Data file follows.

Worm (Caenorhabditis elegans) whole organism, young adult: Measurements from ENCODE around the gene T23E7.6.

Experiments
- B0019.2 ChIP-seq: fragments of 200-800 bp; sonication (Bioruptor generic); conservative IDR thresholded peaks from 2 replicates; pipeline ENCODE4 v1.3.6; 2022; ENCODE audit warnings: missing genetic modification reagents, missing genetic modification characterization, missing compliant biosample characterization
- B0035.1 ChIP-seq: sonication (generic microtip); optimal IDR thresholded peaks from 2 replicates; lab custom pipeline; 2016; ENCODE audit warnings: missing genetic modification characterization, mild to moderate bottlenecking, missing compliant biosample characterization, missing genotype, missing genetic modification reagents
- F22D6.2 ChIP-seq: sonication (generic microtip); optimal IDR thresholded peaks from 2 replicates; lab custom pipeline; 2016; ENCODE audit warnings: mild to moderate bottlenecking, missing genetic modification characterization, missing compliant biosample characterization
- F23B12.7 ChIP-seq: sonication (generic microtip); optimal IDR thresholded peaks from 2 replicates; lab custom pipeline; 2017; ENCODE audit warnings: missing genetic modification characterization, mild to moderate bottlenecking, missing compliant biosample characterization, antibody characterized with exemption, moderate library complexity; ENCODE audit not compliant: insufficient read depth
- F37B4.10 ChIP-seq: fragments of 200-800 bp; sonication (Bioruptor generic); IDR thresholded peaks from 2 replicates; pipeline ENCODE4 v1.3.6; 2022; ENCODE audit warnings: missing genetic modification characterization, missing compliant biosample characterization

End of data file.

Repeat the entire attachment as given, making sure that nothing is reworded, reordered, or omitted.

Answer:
Worm (Caenorhabditis elegans) whole organism, young adult: Measurements from ENCODE around the gene T23E7.6.

Experiments
- B0019.2 ChIP-seq: fragments of 200-800 bp; sonication (Bioruptor generic); conservative IDR thresholded peaks from 2 replicates; pipeline ENCODE4 v1.3.6; 2022; ENCODE audit warnings: missing genetic modification reagents, missing genetic modification characterization, missing compliant biosample characterization
- B0035.1 ChIP-seq: sonication (generic microtip); optimal IDR thresholded peaks from 2 replicates; lab custom pipeline; 2016; ENCODE audit warnings: missing genetic modification characterization, mild to moderate bottlenecking, missing compliant biosample characterization, missing genotype, missing genetic modification reagents
- F22D6.2 ChIP-seq: sonication (generic microtip); optimal IDR thresholded peaks from 2 replicates; lab custom pipeline; 2016; ENCODE audit warnings: mild to moderate bottlenecking, missing genetic modification characterization, missing compliant biosample characterization
- F23B12.7 ChIP-seq: sonication (generic microtip); optimal IDR thresholded peaks from 2 replicates; lab custom pipeline; 2017; ENCODE audit warnings: missing genetic modification characterization, mild to moderate bottlenecking, missing compliant biosample characterization, antibody characterized with exemption, moderate library complexity; ENCODE audit not compliant: insufficient read depth
- F37B4.10 ChIP-seq: fragments of 200-800 bp; sonication (Bioruptor generic); IDR thresholded peaks from 2 replicates; pipeline ENCODE4 v1.3.6; 2022; ENCODE audit warnings: missing genetic modification characterization, missing compliant biosample characterization